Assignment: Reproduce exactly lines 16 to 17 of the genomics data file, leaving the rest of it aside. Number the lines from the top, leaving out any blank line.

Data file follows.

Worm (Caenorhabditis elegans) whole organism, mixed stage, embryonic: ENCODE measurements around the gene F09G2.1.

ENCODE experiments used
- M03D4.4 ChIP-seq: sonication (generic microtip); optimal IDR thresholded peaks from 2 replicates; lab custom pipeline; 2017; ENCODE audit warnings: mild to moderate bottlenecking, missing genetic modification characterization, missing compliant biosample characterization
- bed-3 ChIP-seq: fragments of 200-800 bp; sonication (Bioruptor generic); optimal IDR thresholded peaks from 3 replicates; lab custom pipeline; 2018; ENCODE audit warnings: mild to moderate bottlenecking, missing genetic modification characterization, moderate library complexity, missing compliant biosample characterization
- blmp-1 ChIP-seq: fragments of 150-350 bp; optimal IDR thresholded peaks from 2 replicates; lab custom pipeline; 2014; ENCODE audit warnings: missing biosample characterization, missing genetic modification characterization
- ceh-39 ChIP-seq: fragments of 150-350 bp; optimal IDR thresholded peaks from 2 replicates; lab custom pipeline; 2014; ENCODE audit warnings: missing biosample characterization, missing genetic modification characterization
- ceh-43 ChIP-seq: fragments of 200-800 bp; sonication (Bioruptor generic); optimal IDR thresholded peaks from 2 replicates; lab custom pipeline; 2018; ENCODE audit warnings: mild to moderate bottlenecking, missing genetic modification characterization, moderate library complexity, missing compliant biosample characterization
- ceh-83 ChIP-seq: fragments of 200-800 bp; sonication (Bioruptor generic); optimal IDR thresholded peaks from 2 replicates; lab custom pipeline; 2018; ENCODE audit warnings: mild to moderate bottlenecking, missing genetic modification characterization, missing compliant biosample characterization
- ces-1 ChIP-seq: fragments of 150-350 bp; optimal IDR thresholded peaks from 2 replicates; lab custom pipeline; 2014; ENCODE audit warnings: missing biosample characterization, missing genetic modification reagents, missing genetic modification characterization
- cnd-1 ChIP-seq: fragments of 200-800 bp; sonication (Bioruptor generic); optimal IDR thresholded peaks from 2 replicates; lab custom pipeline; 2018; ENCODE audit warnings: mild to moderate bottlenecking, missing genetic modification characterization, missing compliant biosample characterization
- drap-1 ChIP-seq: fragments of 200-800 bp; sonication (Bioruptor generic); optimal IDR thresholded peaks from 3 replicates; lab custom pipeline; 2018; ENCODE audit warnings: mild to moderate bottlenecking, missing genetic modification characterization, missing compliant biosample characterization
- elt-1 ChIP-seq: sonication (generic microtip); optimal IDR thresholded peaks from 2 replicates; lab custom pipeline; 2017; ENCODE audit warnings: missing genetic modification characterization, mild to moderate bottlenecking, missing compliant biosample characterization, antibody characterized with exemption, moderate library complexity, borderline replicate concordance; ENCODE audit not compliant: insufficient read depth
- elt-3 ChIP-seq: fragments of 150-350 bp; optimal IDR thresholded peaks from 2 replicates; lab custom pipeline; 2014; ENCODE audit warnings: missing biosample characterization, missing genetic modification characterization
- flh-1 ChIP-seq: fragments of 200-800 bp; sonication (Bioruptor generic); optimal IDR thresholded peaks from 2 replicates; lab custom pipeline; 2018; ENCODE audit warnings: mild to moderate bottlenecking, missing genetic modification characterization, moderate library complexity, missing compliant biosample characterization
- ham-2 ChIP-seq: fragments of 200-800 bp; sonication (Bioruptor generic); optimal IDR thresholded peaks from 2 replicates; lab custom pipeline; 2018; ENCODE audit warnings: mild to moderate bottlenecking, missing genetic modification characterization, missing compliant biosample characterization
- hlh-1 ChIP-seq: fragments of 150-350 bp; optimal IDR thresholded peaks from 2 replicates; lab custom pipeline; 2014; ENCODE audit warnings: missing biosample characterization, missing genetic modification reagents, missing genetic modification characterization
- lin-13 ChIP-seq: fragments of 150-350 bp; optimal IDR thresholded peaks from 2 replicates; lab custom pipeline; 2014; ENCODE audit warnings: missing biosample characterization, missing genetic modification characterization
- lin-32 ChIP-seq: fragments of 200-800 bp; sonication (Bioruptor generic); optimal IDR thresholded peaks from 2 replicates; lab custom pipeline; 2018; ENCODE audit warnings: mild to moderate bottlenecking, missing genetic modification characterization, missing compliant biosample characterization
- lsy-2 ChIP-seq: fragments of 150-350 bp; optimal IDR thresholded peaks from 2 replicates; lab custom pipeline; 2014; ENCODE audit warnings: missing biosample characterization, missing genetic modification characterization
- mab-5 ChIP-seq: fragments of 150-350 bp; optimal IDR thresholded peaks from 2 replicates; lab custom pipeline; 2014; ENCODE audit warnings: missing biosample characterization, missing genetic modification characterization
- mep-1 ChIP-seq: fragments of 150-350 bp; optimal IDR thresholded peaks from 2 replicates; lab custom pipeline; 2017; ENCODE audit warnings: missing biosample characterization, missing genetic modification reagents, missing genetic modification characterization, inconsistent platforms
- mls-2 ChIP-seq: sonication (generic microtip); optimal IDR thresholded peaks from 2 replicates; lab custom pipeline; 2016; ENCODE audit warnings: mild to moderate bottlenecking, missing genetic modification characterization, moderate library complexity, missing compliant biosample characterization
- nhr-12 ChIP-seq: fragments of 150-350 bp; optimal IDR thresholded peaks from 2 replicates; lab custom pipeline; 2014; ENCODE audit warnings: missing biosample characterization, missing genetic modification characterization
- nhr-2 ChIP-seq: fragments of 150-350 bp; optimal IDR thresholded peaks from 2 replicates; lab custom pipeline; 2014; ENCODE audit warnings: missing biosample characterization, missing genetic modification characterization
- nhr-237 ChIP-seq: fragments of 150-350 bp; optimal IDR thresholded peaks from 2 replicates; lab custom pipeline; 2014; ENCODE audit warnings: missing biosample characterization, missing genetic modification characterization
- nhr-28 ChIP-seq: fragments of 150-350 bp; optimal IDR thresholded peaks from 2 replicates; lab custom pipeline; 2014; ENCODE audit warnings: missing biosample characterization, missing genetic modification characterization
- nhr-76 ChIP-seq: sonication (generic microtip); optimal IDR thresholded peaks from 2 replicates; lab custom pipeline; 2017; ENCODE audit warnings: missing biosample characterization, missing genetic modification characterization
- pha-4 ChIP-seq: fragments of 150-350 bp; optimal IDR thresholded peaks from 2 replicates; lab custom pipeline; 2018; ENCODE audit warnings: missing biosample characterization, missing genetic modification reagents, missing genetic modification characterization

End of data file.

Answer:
- hlh-1 ChIP-seq: fragments of 150-350 bp; optimal IDR thresholded peaks from 2 replicates; lab custom pipeline; 2014; ENCODE audit warnings: missing biosample characterization, missing genetic modification reagents, missing genetic modification characterization
- lin-13 ChIP-seq: fragments of 150-350 bp; optimal IDR thresholded peaks from 2 replicates; lab custom pipeline; 2014; ENCODE audit warnings: missing biosample characterization, missing genetic modification characterization